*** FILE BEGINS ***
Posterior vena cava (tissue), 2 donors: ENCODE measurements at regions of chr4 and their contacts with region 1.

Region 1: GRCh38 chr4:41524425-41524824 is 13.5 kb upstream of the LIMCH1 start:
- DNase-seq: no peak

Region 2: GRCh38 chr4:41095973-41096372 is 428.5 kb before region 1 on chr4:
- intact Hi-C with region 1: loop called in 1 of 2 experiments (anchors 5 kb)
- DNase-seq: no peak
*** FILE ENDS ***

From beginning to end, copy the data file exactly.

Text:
Posterior vena cava (tissue), 2 donors: ENCODE measurements at regions of chr4 and their contacts with region 1.

Region 1: GRCh38 chr4:41524425-41524824 is 13.5 kb upstream of the LIMCH1 start:
- DNase-seq: no peak

Region 2: GRCh38 chr4:41095973-41096372 is 428.5 kb before region 1 on chr4:
- intact Hi-C with region 1: loop called in 1 of 2 experiments (anchors 5 kb)
- DNase-seq: no peak